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2021-05-17 15:59:53

    7 Ruined Palaces Around the World, Reconstructed!

    Sans Souci, Haiti,

    Called the ‘Versailles of the Caribbean’, the palace’s majestic steps and terraces are an impressive monument to Haitian independence.

    Qal’eh Dokhtar, Iran,

    Qal’eh Dokhar was built by Ardašīr I as a “barrier fortress” during his 3rd century founding of the Sasanian Empire in Iran. The fortress’s third floor housed his royal residence but was eventually supplanted by a greater palace he built nearby. Qal’eh Dokhtar boasts perhaps the earliest example of an Iranian chartaq—a square of four arches supporting a dome—which became an important feature of traditional Iranian architecture.

    Knossos Palace, Greece,

    The oldest palace on this list by two millennia, Knossos, was constructed circa 1700 BC. In addition to its political function, it also was designed as an economic and religious centre for the mysterious Minoan civilization. Knossos was destroyed circa 1375 BC—surviving invasion, fire, and earthquake nearly a century longer than similar Minoan complexes.

    Ruzhany Palace, Belarus,

    The Sapieha family—power-brokers of the Polish-Lithuanian Commonwealth—built Ruzhany Palace in the late 1700s over the site of their earlier castle. In its heyday, Ruzhany’s famed theatre employed 100 performers. The palace also possessed a famous library and picture collection.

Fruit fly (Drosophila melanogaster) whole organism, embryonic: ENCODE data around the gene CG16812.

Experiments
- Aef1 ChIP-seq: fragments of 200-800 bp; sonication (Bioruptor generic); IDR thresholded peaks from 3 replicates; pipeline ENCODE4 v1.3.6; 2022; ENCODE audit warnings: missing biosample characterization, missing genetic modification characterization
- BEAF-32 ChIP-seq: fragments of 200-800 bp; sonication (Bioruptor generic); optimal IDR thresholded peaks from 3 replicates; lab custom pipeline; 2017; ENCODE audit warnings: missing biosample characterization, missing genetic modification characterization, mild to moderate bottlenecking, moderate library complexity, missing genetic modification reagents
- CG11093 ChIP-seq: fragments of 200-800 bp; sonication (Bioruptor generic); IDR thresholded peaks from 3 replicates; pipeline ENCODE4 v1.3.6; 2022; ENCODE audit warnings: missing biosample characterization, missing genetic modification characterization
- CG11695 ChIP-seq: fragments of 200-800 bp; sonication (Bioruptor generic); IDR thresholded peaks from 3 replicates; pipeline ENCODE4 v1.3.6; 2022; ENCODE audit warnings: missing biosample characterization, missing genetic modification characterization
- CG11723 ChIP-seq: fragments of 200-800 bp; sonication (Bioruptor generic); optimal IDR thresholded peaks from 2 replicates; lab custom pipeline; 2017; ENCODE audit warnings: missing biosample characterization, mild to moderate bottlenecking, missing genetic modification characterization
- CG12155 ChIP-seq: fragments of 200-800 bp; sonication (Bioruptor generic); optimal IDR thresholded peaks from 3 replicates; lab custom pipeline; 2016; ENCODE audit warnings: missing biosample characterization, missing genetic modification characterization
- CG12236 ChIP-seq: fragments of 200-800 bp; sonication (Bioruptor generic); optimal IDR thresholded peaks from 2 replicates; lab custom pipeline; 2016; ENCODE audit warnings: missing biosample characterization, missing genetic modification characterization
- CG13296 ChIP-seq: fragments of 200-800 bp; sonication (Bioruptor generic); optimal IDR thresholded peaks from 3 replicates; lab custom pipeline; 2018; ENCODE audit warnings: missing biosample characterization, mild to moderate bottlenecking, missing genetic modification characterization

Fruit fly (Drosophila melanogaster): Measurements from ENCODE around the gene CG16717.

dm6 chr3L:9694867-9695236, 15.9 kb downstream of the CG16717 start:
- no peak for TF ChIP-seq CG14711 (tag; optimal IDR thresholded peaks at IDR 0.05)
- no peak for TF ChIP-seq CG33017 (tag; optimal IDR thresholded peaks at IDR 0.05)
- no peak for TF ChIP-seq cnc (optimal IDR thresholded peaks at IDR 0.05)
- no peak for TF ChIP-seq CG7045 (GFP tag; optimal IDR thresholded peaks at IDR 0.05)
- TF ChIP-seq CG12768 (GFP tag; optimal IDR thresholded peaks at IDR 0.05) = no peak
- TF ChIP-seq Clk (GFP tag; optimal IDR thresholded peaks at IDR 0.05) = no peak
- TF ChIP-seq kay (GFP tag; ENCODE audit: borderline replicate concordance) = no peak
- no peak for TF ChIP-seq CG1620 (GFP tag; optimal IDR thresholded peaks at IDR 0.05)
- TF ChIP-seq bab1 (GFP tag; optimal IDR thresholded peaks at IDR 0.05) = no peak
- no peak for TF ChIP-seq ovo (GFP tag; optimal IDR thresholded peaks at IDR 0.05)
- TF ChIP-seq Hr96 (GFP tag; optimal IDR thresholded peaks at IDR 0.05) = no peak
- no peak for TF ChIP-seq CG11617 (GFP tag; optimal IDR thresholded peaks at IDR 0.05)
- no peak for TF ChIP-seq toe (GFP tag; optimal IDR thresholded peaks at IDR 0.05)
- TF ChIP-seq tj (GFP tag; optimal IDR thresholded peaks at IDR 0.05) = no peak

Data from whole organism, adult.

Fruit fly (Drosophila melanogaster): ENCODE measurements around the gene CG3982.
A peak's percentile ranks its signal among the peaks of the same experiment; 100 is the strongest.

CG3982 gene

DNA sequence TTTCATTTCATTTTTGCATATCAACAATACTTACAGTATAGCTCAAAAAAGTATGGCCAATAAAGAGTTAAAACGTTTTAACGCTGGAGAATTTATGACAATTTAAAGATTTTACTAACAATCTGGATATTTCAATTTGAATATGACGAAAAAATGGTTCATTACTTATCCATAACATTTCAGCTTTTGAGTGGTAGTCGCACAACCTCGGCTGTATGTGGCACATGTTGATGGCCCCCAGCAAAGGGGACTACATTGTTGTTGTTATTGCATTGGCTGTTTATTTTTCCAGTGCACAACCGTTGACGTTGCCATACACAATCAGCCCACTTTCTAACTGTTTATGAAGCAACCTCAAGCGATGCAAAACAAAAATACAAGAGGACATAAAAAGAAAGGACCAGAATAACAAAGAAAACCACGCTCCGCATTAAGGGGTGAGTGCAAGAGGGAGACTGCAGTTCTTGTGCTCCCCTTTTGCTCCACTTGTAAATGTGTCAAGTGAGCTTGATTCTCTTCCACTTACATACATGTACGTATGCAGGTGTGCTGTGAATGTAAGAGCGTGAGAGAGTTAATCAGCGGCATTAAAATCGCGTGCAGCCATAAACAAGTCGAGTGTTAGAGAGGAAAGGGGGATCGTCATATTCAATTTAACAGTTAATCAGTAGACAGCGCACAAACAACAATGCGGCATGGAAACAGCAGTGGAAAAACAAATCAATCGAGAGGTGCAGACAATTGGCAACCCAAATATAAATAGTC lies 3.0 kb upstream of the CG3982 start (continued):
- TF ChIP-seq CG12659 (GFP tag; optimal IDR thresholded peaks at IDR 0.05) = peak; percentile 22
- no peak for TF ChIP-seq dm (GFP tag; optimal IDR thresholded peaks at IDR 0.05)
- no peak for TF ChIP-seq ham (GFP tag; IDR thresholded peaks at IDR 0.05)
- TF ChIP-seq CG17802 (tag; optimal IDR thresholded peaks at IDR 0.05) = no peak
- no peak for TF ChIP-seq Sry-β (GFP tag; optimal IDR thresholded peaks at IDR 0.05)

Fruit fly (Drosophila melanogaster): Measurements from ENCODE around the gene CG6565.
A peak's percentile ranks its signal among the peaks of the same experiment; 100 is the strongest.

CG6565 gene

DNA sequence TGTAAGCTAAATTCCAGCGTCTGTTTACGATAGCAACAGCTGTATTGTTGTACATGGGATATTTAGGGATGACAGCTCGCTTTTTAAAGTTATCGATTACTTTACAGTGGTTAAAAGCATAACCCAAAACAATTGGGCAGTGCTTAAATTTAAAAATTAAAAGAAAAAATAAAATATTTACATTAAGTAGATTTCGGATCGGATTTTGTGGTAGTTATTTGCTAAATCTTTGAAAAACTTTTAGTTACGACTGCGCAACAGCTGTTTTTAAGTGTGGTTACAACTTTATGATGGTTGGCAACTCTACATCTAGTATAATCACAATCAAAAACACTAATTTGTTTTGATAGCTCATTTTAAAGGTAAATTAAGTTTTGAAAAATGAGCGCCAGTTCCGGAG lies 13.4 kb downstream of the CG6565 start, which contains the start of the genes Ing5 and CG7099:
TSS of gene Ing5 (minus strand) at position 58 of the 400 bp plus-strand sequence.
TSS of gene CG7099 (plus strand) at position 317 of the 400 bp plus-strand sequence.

Dungur Palace / “Palace of the Queen of Sheba,” Ethiopia,

    Dungur Palace is in the Ethiopian village of Aksum—once the bustling capital of an African empire that stretched from southern Egypt to Yemen. The 6th-century mansion contains approximately 50 rooms, including a bathing area, kitchen, and (possible) throne room.

    Clarendon Palace, UK,

    Despite the composition of a very significant English legal document within its halls, this 12th-century palace is nearly forgotten. The ‘Constitutions of Clarendon’ were Henry II’s attempt to gain legal authority over church clerks, but he instead exacerbated a feud with his friend Thomas à Becket. This feud eventually led to Archbishop Beckett’s martyrdom. Henry III expanded the palace, commissioning a carved fireplace and stained glass chapel. By the 1400s, Clarendon was a sprawling royal complex. It remained a favourite retreat of monarchs until the Tudor era, when the high cost of upkeep resulted in its rapid decline. Today, only a single wall remains above ground.

    Husuni Kubwa, Tanzania,

    The island of Kilwa Kisiwani was one of the most important sultanates in the “Swahili Coast’ trade network, linking East Africa to the Arabic world. For over 300 years, gold and ivory passed out of its ports, while Chinese silk and porcelain flowed in. The 14th-century palace at Husuni Kubwa is just one of many coral stone ruins that dot the island.

    Husuni Kubwa was built by Sultan al-Hasan ibn Sulaiman. It had over 100 rooms, an octagonal swimming pool, and a staging area for loading goods onto ships. Husuni Kubwa, along with other elite Kilwa dwellings, was also equipped with indoor plumbing.

    Created by: Budget Direct in collaboration with: Neomam Studios